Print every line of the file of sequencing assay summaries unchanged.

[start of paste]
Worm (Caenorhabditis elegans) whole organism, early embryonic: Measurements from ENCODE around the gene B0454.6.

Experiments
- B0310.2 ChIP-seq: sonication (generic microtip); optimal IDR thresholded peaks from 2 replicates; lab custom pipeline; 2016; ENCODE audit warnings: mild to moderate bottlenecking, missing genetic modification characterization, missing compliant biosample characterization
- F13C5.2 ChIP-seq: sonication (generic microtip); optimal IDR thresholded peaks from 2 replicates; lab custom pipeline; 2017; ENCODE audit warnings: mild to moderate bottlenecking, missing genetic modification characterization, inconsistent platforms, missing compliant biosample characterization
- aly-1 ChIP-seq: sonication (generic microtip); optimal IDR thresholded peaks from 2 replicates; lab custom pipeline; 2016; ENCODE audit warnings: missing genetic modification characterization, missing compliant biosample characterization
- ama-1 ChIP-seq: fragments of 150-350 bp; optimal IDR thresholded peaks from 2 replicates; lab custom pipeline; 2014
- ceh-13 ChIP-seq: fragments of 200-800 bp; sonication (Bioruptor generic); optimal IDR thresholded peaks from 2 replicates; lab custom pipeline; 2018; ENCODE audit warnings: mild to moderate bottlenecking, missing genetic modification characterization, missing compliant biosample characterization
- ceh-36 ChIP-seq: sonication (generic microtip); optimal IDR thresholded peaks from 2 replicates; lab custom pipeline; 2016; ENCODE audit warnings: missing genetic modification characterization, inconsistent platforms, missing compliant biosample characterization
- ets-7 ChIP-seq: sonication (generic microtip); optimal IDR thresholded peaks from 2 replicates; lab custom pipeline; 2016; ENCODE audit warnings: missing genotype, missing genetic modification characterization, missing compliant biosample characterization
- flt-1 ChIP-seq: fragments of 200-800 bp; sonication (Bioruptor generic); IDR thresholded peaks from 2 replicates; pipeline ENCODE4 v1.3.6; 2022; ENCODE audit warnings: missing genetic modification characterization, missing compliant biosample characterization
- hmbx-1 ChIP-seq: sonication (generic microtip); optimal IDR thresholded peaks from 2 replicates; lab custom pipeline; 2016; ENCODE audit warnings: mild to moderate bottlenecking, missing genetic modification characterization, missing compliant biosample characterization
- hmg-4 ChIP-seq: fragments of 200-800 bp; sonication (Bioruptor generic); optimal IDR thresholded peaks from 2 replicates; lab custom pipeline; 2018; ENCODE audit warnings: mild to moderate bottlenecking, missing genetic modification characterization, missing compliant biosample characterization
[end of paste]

Worm (Caenorhabditis elegans) whole organism, early embryonic: Measurements from ENCODE around the gene B0454.6.

Experiments
- B0310.2 ChIP-seq: sonication (generic microtip); optimal IDR thresholded peaks from 2 replicates; lab custom pipeline; 2016; ENCODE audit warnings: mild to moderate bottlenecking, missing genetic modification characterization, missing compliant biosample characterization
- F13C5.2 ChIP-seq: sonication (generic microtip); optimal IDR thresholded peaks from 2 replicates; lab custom pipeline; 2017; ENCODE audit warnings: mild to moderate bottlenecking, missing genetic modification characterization, inconsistent platforms, missing compliant biosample characterization
- aly-1 ChIP-seq: sonication (generic microtip); optimal IDR thresholded peaks from 2 replicates; lab custom pipeline; 2016; ENCODE audit warnings: missing genetic modification characterization, missing compliant biosample characterization
- ama-1 ChIP-seq: fragments of 150-350 bp; optimal IDR thresholded peaks from 2 replicates; lab custom pipeline; 2014
- ceh-13 ChIP-seq: fragments of 200-800 bp; sonication (Bioruptor generic); optimal IDR thresholded peaks from 2 replicates; lab custom pipeline; 2018; ENCODE audit warnings: mild to moderate bottlenecking, missing genetic modification characterization, missing compliant biosample characterization
- ceh-36 ChIP-seq: sonication (generic microtip); optimal IDR thresholded peaks from 2 replicates; lab custom pipeline; 2016; ENCODE audit warnings: missing genetic modification characterization, inconsistent platforms, missing compliant biosample characterization
- ets-7 ChIP-seq: sonication (generic microtip); optimal IDR thresholded peaks from 2 replicates; lab custom pipeline; 2016; ENCODE audit warnings: missing genotype, missing genetic modification characterization, missing compliant biosample characterization
- flt-1 ChIP-seq: fragments of 200-800 bp; sonication (Bioruptor generic); IDR thresholded peaks from 2 replicates; pipeline ENCODE4 v1.3.6; 2022; ENCODE audit warnings: missing genetic modification characterization, missing compliant biosample characterization
- hmbx-1 ChIP-seq: sonication (generic microtip); optimal IDR thresholded peaks from 2 replicates; lab custom pipeline; 2016; ENCODE audit warnings: mild to moderate bottlenecking, missing genetic modification characterization, missing compliant biosample characterization
- hmg-4 ChIP-seq: fragments of 200-800 bp; sonication (Bioruptor generic); optimal IDR thresholded peaks from 2 replicates; lab custom pipeline; 2018; ENCODE audit warnings: mild to moderate bottlenecking, missing genetic modification characterization, missing compliant biosample characterization